g) Work with the EFK and the governments of the Democratic People's Republic of Korea in providing international cooperation to maintain a truly Demilitarized Zone (DMZ) and transform it into a zone of peace.

We, the NCCK and EKD churches together and with our ecumenical partners, both in our own context and cooperating internationally, will be the main actors of this journey. We, too, consider our reflections and plans to be an invitation and suggestion for individuals, parishes, and communities to participate in the movement of justice and peace for the Korean Peninsula, Germany and beyond. The main subjects of peace-building are us, “we the people,” who live on the democratic values of sovereignty resting on every human being. The crucial key points are the people’s consciousness of peace-sovereignty, and our will for building a peace-alliance in solidarity with love and justice. For a continuing Pilgrimage of Justice and Peace, let us deepen our spirituality of reconciliation and unity and develop our strategy and expertise for enhancing social reconciliation and visible unity for the suffering, marginalized and the weak. Let us develop the EKD-NCCK’s ecumenical capacity in faith-based civil peace diplomacy by mobilizing all the relevant personnel resources of our member churches and partners.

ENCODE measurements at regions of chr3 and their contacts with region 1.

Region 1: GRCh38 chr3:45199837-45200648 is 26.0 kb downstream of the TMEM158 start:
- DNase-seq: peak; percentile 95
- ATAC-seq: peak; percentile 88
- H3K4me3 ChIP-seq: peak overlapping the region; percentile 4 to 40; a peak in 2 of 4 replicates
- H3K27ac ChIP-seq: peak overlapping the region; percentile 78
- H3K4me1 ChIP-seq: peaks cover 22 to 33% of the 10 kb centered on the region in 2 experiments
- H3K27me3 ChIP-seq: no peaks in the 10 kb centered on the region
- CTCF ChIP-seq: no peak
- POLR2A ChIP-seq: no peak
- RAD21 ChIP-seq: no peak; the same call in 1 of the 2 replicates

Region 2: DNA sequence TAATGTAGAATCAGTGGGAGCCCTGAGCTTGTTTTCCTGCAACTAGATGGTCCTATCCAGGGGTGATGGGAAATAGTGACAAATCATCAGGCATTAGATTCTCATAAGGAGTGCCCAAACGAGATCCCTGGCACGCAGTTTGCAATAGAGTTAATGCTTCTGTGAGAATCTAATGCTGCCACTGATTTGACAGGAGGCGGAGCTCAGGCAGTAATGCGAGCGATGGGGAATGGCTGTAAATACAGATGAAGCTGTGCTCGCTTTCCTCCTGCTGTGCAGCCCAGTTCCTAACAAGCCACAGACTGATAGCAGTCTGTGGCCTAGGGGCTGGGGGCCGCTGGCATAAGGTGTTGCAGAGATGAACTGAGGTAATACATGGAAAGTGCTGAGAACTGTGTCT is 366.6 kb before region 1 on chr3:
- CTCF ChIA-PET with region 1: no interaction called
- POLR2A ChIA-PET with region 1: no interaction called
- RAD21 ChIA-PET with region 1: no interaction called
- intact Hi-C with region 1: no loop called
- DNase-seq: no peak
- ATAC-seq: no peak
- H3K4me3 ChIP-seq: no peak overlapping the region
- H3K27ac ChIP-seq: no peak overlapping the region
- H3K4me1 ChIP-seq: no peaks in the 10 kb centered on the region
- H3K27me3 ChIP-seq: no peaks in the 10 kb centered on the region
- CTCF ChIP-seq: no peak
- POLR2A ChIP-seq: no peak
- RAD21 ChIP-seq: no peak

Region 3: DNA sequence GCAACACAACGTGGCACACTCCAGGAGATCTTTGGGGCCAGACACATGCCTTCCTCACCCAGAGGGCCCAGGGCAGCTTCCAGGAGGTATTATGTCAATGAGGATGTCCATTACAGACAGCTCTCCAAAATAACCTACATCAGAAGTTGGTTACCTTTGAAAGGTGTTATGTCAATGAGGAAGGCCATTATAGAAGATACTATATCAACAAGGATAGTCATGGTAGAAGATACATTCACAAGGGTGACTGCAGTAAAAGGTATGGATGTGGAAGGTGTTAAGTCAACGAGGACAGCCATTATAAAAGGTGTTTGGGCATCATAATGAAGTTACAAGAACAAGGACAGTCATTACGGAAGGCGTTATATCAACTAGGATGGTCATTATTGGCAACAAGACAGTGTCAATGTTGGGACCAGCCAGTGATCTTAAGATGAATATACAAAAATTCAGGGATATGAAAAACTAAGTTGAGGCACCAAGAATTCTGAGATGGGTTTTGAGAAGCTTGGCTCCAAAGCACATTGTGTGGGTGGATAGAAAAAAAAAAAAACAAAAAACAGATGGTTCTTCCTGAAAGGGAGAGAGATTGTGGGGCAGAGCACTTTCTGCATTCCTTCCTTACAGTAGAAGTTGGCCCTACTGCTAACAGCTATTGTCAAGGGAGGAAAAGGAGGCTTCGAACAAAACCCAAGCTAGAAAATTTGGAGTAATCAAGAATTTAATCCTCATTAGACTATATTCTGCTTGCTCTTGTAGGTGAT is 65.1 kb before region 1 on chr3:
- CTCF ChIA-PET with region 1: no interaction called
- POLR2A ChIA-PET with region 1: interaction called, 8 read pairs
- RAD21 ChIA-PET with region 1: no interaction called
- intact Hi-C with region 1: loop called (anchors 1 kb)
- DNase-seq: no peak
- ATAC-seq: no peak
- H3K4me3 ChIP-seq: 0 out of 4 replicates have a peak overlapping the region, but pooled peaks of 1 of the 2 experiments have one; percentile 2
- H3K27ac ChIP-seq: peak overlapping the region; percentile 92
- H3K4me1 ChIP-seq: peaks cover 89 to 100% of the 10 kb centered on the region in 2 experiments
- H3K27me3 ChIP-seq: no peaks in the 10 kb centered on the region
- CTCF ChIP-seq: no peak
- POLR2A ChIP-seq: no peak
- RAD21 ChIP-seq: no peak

We are a fellowship on the move, a community of pilgrims. We journey together towards life in all its fullness. We pray for God’s guidance and inspiration, so that our journey of love and solidarity will open us to one another through dynamic and creative interaction for justice. May the triune God of life lead us to be living instruments of justice and peace. We sincerely hope that the Holy Spirit will be the driving force of the EKD-NCCK Peace Solidarity as an indispensable people’s peace-alliance, so that the Holy Spirit makes us embody the love of Christ that moves us to reconciliation and unity.

February 20th, 2023

Protestant Church in Germany (EKD)
National Council of Churches in Korea (NCCK)